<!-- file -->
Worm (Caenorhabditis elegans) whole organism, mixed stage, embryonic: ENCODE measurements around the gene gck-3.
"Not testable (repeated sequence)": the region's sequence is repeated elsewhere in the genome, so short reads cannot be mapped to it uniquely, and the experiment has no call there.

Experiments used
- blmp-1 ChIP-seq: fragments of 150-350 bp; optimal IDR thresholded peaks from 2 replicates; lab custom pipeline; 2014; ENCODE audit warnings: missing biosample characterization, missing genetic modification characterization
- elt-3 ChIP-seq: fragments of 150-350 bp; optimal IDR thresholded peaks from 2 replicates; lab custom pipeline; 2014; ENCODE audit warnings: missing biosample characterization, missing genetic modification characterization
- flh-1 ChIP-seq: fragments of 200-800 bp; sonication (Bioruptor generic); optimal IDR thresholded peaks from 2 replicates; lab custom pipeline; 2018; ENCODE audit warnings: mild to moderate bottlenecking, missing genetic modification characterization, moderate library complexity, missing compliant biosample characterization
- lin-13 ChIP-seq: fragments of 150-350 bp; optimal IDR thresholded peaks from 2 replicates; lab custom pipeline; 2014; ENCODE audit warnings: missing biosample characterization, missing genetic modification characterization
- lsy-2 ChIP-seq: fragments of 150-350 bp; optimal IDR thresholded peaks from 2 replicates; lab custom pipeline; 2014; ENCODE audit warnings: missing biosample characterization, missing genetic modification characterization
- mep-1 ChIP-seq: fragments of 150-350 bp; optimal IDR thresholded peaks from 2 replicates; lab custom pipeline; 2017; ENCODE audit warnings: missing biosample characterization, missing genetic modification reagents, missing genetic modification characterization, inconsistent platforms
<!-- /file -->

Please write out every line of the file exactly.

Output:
Worm (Caenorhabditis elegans) whole organism, mixed stage, embryonic: ENCODE measurements around the gene gck-3.
"Not testable (repeated sequence)": the region's sequence is repeated elsewhere in the genome, so short reads cannot be mapped to it uniquely, and the experiment has no call there.

Experiments used
- blmp-1 ChIP-seq: fragments of 150-350 bp; optimal IDR thresholded peaks from 2 replicates; lab custom pipeline; 2014; ENCODE audit warnings: missing biosample characterization, missing genetic modification characterization
- elt-3 ChIP-seq: fragments of 150-350 bp; optimal IDR thresholded peaks from 2 replicates; lab custom pipeline; 2014; ENCODE audit warnings: missing biosample characterization, missing genetic modification characterization
- flh-1 ChIP-seq: fragments of 200-800 bp; sonication (Bioruptor generic); optimal IDR thresholded peaks from 2 replicates; lab custom pipeline; 2018; ENCODE audit warnings: mild to moderate bottlenecking, missing genetic modification characterization, moderate library complexity, missing compliant biosample characterization
- lin-13 ChIP-seq: fragments of 150-350 bp; optimal IDR thresholded peaks from 2 replicates; lab custom pipeline; 2014; ENCODE audit warnings: missing biosample characterization, missing genetic modification characterization
- lsy-2 ChIP-seq: fragments of 150-350 bp; optimal IDR thresholded peaks from 2 replicates; lab custom pipeline; 2014; ENCODE audit warnings: missing biosample characterization, missing genetic modification characterization
- mep-1 ChIP-seq: fragments of 150-350 bp; optimal IDR thresholded peaks from 2 replicates; lab custom pipeline; 2017; ENCODE audit warnings: missing biosample characterization, missing genetic modification reagents, missing genetic modification characterization, inconsistent platforms